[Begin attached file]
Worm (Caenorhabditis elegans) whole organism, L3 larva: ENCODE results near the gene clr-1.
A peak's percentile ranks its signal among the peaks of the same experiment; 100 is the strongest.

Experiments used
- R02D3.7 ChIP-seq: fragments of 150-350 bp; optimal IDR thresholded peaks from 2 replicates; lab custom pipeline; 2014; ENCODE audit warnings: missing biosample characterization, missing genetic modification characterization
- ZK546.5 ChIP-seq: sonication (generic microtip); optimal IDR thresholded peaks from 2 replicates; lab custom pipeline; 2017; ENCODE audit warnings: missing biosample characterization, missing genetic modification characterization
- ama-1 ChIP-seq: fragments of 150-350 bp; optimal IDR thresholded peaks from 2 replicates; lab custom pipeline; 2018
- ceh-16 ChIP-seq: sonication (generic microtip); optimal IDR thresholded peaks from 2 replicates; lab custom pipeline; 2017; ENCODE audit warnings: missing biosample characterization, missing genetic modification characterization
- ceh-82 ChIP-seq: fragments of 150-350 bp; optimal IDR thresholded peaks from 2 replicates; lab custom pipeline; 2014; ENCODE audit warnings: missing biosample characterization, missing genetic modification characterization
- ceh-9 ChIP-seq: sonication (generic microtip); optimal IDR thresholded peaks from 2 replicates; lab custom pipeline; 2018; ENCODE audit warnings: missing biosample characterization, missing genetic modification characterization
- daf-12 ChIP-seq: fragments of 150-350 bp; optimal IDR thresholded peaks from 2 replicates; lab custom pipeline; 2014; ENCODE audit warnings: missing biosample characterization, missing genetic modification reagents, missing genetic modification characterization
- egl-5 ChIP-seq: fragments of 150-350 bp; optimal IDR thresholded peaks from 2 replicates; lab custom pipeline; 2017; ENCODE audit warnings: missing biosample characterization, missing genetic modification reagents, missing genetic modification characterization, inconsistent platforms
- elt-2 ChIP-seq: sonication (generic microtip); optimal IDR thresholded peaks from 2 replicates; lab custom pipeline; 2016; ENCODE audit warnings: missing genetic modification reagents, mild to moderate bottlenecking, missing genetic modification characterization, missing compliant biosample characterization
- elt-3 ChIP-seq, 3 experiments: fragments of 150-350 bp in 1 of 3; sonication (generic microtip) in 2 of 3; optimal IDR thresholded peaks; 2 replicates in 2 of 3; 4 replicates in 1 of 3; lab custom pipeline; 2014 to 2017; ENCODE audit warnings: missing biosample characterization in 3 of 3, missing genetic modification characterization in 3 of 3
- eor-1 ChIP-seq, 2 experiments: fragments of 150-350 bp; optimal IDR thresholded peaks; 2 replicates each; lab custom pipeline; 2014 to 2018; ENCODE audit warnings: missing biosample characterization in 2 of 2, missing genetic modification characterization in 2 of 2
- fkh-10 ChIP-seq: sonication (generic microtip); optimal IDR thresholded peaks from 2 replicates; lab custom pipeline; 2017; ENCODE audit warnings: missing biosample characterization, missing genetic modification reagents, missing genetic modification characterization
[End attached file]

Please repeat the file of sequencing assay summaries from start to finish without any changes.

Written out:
Worm (Caenorhabditis elegans) whole organism, L3 larva: ENCODE results near the gene clr-1.
A peak's percentile ranks its signal among the peaks of the same experiment; 100 is the strongest.

Experiments used
- R02D3.7 ChIP-seq: fragments of 150-350 bp; optimal IDR thresholded peaks from 2 replicates; lab custom pipeline; 2014; ENCODE audit warnings: missing biosample characterization, missing genetic modification characterization
- ZK546.5 ChIP-seq: sonication (generic microtip); optimal IDR thresholded peaks from 2 replicates; lab custom pipeline; 2017; ENCODE audit warnings: missing biosample characterization, missing genetic modification characterization
- ama-1 ChIP-seq: fragments of 150-350 bp; optimal IDR thresholded peaks from 2 replicates; lab custom pipeline; 2018
- ceh-16 ChIP-seq: sonication (generic microtip); optimal IDR thresholded peaks from 2 replicates; lab custom pipeline; 2017; ENCODE audit warnings: missing biosample characterization, missing genetic modification characterization
- ceh-82 ChIP-seq: fragments of 150-350 bp; optimal IDR thresholded peaks from 2 replicates; lab custom pipeline; 2014; ENCODE audit warnings: missing biosample characterization, missing genetic modification characterization
- ceh-9 ChIP-seq: sonication (generic microtip); optimal IDR thresholded peaks from 2 replicates; lab custom pipeline; 2018; ENCODE audit warnings: missing biosample characterization, missing genetic modification characterization
- daf-12 ChIP-seq: fragments of 150-350 bp; optimal IDR thresholded peaks from 2 replicates; lab custom pipeline; 2014; ENCODE audit warnings: missing biosample characterization, missing genetic modification reagents, missing genetic modification characterization
- egl-5 ChIP-seq: fragments of 150-350 bp; optimal IDR thresholded peaks from 2 replicates; lab custom pipeline; 2017; ENCODE audit warnings: missing biosample characterization, missing genetic modification reagents, missing genetic modification characterization, inconsistent platforms
- elt-2 ChIP-seq: sonication (generic microtip); optimal IDR thresholded peaks from 2 replicates; lab custom pipeline; 2016; ENCODE audit warnings: missing genetic modification reagents, mild to moderate bottlenecking, missing genetic modification characterization, missing compliant biosample characterization
- elt-3 ChIP-seq, 3 experiments: fragments of 150-350 bp in 1 of 3; sonication (generic microtip) in 2 of 3; optimal IDR thresholded peaks; 2 replicates in 2 of 3; 4 replicates in 1 of 3; lab custom pipeline; 2014 to 2017; ENCODE audit warnings: missing biosample characterization in 3 of 3, missing genetic modification characterization in 3 of 3
- eor-1 ChIP-seq, 2 experiments: fragments of 150-350 bp; optimal IDR thresholded peaks; 2 replicates each; lab custom pipeline; 2014 to 2018; ENCODE audit warnings: missing biosample characterization in 2 of 2, missing genetic modification characterization in 2 of 2
- fkh-10 ChIP-seq: sonication (generic microtip); optimal IDR thresholded peaks from 2 replicates; lab custom pipeline; 2017; ENCODE audit warnings: missing biosample characterization, missing genetic modification reagents, missing genetic modification characterization